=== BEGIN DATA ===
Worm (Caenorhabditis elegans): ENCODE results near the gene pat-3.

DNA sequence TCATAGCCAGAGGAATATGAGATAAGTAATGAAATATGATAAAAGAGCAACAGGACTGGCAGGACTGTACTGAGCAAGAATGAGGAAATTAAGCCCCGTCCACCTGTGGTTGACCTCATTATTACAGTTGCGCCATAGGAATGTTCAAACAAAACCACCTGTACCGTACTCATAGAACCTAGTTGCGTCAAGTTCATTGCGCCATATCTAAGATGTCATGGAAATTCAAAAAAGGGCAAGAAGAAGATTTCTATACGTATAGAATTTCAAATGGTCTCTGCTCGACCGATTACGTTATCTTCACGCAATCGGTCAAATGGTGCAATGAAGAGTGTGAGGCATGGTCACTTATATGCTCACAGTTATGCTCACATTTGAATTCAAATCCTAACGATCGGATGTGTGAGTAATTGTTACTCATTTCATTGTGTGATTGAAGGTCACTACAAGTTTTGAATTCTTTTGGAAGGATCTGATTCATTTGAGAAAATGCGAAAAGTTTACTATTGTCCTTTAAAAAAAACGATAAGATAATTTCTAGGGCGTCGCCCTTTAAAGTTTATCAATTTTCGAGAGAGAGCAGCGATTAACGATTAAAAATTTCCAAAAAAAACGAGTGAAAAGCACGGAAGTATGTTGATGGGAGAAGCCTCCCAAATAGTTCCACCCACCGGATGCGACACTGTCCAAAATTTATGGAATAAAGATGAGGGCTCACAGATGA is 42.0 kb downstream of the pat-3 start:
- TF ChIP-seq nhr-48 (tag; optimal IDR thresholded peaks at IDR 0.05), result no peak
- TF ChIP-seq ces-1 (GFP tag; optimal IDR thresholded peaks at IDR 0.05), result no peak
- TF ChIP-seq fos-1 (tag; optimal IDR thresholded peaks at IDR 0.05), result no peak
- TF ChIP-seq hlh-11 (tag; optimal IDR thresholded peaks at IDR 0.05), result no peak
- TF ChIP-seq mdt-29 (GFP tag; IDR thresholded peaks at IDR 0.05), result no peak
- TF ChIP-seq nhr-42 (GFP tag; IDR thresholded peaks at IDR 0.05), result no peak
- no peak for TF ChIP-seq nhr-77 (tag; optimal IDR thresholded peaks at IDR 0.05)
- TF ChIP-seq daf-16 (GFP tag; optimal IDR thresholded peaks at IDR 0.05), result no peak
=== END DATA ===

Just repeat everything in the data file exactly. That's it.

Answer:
Worm (Caenorhabditis elegans): ENCODE results near the gene pat-3.

DNA sequence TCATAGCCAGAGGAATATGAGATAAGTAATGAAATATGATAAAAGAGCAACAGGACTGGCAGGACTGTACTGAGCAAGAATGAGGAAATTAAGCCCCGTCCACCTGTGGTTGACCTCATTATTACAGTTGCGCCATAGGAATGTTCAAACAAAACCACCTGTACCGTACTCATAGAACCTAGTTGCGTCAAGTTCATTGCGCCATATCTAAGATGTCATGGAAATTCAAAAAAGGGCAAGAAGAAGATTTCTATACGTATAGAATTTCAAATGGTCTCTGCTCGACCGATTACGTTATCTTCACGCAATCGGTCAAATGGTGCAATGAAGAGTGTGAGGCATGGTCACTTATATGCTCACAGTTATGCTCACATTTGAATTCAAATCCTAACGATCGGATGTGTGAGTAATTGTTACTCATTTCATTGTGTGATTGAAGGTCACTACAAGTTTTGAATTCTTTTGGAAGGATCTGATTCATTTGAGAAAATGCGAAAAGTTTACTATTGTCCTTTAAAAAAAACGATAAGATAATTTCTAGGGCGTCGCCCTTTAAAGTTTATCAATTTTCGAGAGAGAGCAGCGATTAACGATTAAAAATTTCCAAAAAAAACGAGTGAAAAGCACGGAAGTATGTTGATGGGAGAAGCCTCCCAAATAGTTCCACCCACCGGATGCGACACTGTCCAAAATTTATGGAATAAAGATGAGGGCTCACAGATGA is 42.0 kb downstream of the pat-3 start:
- TF ChIP-seq nhr-48 (tag; optimal IDR thresholded peaks at IDR 0.05), result no peak
- TF ChIP-seq ces-1 (GFP tag; optimal IDR thresholded peaks at IDR 0.05), result no peak
- TF ChIP-seq fos-1 (tag; optimal IDR thresholded peaks at IDR 0.05), result no peak
- TF ChIP-seq hlh-11 (tag; optimal IDR thresholded peaks at IDR 0.05), result no peak
- TF ChIP-seq mdt-29 (GFP tag; IDR thresholded peaks at IDR 0.05), result no peak
- TF ChIP-seq nhr-42 (GFP tag; IDR thresholded peaks at IDR 0.05), result no peak
- no peak for TF ChIP-seq nhr-77 (tag; optimal IDR thresholded peaks at IDR 0.05)
- TF ChIP-seq daf-16 (GFP tag; optimal IDR thresholded peaks at IDR 0.05), result no peak